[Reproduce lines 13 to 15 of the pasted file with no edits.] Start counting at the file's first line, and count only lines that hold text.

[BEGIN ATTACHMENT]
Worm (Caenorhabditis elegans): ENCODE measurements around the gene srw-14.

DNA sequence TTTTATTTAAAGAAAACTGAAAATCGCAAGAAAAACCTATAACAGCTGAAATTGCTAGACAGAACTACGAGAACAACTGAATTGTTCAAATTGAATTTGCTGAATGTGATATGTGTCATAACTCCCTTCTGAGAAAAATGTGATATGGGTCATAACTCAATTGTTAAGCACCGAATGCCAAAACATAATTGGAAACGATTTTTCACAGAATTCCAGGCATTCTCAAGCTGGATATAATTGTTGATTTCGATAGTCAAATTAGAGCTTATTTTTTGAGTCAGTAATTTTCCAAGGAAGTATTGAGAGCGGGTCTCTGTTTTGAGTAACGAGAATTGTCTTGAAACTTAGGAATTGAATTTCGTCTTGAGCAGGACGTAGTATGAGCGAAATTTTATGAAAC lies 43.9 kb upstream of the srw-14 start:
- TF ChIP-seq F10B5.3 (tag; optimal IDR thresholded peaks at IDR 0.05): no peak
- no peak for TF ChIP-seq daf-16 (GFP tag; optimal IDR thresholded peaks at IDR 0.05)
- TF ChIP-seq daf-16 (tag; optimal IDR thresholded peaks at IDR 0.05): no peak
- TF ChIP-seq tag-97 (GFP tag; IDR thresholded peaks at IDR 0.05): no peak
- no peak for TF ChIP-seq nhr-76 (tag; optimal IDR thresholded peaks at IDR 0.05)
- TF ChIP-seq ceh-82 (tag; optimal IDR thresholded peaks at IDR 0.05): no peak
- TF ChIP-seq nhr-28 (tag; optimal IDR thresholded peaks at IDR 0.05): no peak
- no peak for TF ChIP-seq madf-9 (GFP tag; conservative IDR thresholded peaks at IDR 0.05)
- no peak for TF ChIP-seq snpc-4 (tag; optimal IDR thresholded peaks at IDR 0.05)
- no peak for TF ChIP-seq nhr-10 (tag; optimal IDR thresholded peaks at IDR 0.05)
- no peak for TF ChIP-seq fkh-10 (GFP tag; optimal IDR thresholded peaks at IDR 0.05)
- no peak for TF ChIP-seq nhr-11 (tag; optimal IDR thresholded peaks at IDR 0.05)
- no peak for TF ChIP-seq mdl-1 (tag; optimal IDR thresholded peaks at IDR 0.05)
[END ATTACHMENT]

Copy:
- no peak for TF ChIP-seq fkh-10 (GFP tag; optimal IDR thresholded peaks at IDR 0.05)
- no peak for TF ChIP-seq nhr-11 (tag; optimal IDR thresholded peaks at IDR 0.05)
- no peak for TF ChIP-seq mdl-1 (tag; optimal IDR thresholded peaks at IDR 0.05)